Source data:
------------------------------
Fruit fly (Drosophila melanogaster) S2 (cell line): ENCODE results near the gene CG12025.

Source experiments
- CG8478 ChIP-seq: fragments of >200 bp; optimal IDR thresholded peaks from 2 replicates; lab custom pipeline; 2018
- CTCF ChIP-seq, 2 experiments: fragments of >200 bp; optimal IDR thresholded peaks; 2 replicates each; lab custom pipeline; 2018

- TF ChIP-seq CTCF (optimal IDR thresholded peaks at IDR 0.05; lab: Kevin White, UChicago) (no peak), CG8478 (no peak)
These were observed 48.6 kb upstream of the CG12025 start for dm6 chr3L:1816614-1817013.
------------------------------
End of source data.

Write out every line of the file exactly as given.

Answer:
Fruit fly (Drosophila melanogaster) S2 (cell line): ENCODE results near the gene CG12025.

Source experiments
- CG8478 ChIP-seq: fragments of >200 bp; optimal IDR thresholded peaks from 2 replicates; lab custom pipeline; 2018
- CTCF ChIP-seq, 2 experiments: fragments of >200 bp; optimal IDR thresholded peaks; 2 replicates each; lab custom pipeline; 2018

- TF ChIP-seq CTCF (optimal IDR thresholded peaks at IDR 0.05; lab: Kevin White, UChicago) (no peak), CG8478 (no peak)
These were observed 48.6 kb upstream of the CG12025 start for dm6 chr3L:1816614-1817013.